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Wills 101

What You Can And Cannot Do In A Will

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In a legally valid Will, you can:

  • Name your beneficiaries including who gets your property, and how much of it they get. (You can even make provision for a pet - though not by leaving money directly to the pet).
  • Name a Guardian for your minor children. To learn more, see How To Choose A Guardian For Children.
  • Name a Personal Representative/Executor: This is the person who will administer your estate. For more information, see Choosing a Personal Representative/Executor.
  • Designate what will happen to your assets if both you and your spouse die at the same time.
  • Designate how you want your taxes and debts


While there are many things you can do with a Will, there are also many that you can't. Here are some of the things you won't be able accomplish in your Will:

  • Leave Funeral Instructions: Wills often won't be read until days or weeks after a death. Sometimes, they can't be located immediately -- although this shouldn't be a problem if you follow our suggestions about Storing Your Will. Instead, prepare separate written funeral instructions. Preplanning saves a lot of money and emotional stress at a difficult time. To learn more, see Funerals and Funeral Planning.
  • Leave Money to Pets: Contrary to popular belief, you cannot leave money to pets. You can leave money to a person or entity to care for your pets. Some states even allow you to set up a trust for pets. For more information, see Planning For The Care Of Your Pets. NOTE: Be sure to arrange for immediate care for your pet.  Wills are not effective until they go through probate.
  • Put Conditions on Gifts which are against social policy: You can't put a condition on a gift which your state considers to be against social policy -- the way society thinks people should and should not behave. For example, it may not be permitted to provide that your house goes to your daughter if she doesn't get married, or to your son if he gets a divorce, or to a friend if she changes her religion.As another example, you cannot leave money for an illegal purpose or to an illegal organization. However, you can generally make gifts contingent about things states find acceptable, such as a gift to your grandson if he goes to college. If you want to make a conditional gift, be sure to check first with a lawyer. For tips on finding a lawyer, click here. For choosing one, click here.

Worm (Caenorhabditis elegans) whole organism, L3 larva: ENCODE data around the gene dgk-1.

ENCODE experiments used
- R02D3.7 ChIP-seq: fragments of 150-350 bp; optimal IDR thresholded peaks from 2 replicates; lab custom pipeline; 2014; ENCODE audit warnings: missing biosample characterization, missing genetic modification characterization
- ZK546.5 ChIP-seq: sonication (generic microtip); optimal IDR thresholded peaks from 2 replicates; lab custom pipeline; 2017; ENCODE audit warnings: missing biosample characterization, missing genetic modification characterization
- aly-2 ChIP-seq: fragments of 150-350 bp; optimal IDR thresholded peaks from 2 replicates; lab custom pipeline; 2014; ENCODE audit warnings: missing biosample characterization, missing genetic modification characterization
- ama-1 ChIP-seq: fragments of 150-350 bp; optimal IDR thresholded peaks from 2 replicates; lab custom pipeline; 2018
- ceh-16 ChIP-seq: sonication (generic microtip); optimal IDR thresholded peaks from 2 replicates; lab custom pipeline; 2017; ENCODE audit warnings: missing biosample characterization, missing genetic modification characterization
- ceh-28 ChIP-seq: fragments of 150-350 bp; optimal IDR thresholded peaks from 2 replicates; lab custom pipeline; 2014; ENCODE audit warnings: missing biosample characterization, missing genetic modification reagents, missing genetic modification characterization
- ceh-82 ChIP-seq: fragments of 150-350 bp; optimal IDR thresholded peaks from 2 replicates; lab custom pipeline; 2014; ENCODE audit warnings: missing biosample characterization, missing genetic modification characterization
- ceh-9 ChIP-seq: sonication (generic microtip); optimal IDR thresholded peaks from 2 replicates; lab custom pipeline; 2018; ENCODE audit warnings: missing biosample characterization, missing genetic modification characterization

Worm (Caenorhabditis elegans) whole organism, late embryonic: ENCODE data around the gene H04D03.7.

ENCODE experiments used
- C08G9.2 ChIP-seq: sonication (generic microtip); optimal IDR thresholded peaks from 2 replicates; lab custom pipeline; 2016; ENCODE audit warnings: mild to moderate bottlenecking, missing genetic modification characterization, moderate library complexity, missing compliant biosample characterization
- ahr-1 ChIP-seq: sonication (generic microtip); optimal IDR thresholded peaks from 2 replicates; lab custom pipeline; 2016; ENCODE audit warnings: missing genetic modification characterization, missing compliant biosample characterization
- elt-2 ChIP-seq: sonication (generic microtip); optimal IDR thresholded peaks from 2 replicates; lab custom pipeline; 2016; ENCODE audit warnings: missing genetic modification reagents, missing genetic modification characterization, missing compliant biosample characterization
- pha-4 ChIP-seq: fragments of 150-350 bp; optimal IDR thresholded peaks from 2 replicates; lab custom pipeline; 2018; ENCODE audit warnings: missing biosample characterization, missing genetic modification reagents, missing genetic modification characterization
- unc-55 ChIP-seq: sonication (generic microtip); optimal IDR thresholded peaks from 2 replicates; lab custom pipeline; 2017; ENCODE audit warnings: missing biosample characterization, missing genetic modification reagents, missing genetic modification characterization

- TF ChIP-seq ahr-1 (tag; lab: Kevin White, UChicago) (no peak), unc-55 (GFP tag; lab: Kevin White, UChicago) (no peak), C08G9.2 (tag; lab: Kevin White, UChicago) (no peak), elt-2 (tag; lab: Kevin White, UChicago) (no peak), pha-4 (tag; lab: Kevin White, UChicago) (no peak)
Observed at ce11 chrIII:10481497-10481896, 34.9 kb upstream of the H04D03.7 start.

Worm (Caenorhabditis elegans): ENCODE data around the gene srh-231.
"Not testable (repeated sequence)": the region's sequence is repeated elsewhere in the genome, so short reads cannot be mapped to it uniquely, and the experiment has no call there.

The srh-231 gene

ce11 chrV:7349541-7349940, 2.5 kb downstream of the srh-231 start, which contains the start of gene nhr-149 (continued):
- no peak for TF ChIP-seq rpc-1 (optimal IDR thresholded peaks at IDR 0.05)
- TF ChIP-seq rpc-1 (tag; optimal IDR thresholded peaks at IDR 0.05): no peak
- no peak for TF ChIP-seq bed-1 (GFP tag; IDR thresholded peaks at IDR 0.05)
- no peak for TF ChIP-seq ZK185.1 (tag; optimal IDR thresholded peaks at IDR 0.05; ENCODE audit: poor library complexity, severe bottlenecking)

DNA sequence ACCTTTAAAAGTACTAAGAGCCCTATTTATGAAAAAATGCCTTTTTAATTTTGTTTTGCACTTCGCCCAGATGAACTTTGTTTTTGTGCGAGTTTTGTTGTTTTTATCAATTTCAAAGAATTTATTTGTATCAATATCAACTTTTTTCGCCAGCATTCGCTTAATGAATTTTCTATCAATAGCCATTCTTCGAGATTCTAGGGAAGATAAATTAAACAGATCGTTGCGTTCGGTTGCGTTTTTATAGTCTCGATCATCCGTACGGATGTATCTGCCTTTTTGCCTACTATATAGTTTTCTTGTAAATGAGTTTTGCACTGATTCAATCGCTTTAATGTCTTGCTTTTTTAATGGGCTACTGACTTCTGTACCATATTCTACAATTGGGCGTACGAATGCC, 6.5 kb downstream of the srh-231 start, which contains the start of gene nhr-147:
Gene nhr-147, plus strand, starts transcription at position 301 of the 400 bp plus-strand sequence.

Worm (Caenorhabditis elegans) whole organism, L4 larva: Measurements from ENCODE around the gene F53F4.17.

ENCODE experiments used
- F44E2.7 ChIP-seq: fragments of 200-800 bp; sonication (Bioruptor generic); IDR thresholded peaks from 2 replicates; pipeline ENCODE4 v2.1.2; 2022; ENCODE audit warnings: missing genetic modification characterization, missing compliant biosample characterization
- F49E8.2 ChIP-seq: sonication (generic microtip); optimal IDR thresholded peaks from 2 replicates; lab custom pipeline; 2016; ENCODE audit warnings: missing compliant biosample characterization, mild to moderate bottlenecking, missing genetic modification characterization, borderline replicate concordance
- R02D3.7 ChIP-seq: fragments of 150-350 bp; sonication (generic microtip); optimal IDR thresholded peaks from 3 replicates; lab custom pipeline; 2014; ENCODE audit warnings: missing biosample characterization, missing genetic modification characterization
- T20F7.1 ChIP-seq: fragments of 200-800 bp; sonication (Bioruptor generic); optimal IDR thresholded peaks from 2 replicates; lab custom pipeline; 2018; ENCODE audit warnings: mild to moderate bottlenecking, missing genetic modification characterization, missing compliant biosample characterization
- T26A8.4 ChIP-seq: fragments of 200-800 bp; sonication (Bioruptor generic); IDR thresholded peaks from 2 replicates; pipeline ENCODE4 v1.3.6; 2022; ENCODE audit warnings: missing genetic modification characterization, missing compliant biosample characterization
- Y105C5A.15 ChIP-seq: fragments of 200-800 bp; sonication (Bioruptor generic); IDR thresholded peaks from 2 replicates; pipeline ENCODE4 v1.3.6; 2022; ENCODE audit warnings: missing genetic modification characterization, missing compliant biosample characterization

• Reduce Estate Taxes: Wills generally are not effective in reducing your estate taxes. There are alternatives for reducing estate taxes. See Gift and Estate Taxes.
  • Name a Beneficiary for:
    • Property held in joint tenancy with a right of survivorship with someone else. In these situations, the property automatically passes to that other person no matter what your Will says. To learn more, see Will Substitutes.
    • Property in a living trust. The trust controls what happens to the property in the trust -- not your Will.
    • Proceeds of a life insurance policy for which you've already named a beneficiary, unless your estate is the beneficiary.
    • Money in retirement plans, unless you name your estate as beneficiary of the retirement plan.
    • Money in a bank account which is registered "payable on death" to, or "in trust for"someone else.
    • NOTE: 
      • For the same reasons that the above items cannot be affected by your Will, they can be used as ways to avoid probate. See Probate and Avoiding Probate.
      • For additional legal consequences which flow form the way an asset is owned, see the next section.
  • Disinherit a Spouse: You generally cannot legally completely disinherit a spouse. See Writing A Will.
  • In some states, you cannot disinherit a child. If your state does permit disinheriting a childe, and you do not mention it in your will, the child may still have a claim against your assets.

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